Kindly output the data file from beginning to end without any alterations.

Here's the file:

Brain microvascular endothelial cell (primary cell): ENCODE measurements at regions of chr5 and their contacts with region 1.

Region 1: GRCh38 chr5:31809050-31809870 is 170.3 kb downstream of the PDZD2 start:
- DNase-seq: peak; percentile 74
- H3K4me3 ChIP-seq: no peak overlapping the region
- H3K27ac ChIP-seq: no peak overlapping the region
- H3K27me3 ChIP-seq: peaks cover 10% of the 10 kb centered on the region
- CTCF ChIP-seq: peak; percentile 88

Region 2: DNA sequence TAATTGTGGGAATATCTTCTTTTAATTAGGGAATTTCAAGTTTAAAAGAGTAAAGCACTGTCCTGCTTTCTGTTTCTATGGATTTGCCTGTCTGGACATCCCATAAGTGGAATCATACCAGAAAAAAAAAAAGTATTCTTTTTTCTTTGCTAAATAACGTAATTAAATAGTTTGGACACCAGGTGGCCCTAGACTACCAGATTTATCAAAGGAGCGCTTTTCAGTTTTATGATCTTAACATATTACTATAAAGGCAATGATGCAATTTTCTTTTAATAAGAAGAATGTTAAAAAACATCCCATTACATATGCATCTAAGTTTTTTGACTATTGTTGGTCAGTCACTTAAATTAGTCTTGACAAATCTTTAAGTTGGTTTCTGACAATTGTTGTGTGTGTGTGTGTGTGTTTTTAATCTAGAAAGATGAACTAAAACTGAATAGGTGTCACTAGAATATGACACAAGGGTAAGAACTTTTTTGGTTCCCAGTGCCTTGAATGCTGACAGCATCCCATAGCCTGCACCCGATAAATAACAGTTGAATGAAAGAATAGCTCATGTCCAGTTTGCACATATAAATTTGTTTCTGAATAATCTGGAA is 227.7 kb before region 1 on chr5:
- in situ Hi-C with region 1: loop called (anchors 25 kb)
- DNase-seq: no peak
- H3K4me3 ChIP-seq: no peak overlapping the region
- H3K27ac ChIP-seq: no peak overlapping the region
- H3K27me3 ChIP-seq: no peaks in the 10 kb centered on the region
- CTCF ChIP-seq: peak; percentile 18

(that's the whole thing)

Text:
Brain microvascular endothelial cell (primary cell): ENCODE measurements at regions of chr5 and their contacts with region 1.

Region 1: GRCh38 chr5:31809050-31809870 is 170.3 kb downstream of the PDZD2 start:
- DNase-seq: peak; percentile 74
- H3K4me3 ChIP-seq: no peak overlapping the region
- H3K27ac ChIP-seq: no peak overlapping the region
- H3K27me3 ChIP-seq: peaks cover 10% of the 10 kb centered on the region
- CTCF ChIP-seq: peak; percentile 88

Region 2: DNA sequence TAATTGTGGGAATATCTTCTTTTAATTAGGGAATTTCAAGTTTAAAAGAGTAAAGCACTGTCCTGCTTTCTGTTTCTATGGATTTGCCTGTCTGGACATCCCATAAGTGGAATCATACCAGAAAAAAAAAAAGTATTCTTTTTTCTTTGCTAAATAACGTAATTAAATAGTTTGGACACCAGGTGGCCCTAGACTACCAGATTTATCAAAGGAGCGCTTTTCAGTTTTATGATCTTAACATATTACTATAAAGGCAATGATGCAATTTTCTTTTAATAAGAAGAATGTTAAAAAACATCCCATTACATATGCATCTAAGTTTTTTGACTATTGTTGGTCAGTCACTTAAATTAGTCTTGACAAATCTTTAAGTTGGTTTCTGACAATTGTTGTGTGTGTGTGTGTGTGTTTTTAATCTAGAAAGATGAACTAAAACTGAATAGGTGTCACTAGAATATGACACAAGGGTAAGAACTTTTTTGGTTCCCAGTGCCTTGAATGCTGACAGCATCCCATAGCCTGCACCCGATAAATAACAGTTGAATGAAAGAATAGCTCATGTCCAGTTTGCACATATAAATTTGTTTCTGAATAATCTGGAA is 227.7 kb before region 1 on chr5:
- in situ Hi-C with region 1: loop called (anchors 25 kb)
- DNase-seq: no peak
- H3K4me3 ChIP-seq: no peak overlapping the region
- H3K27ac ChIP-seq: no peak overlapping the region
- H3K27me3 ChIP-seq: no peaks in the 10 kb centered on the region
- CTCF ChIP-seq: peak; percentile 18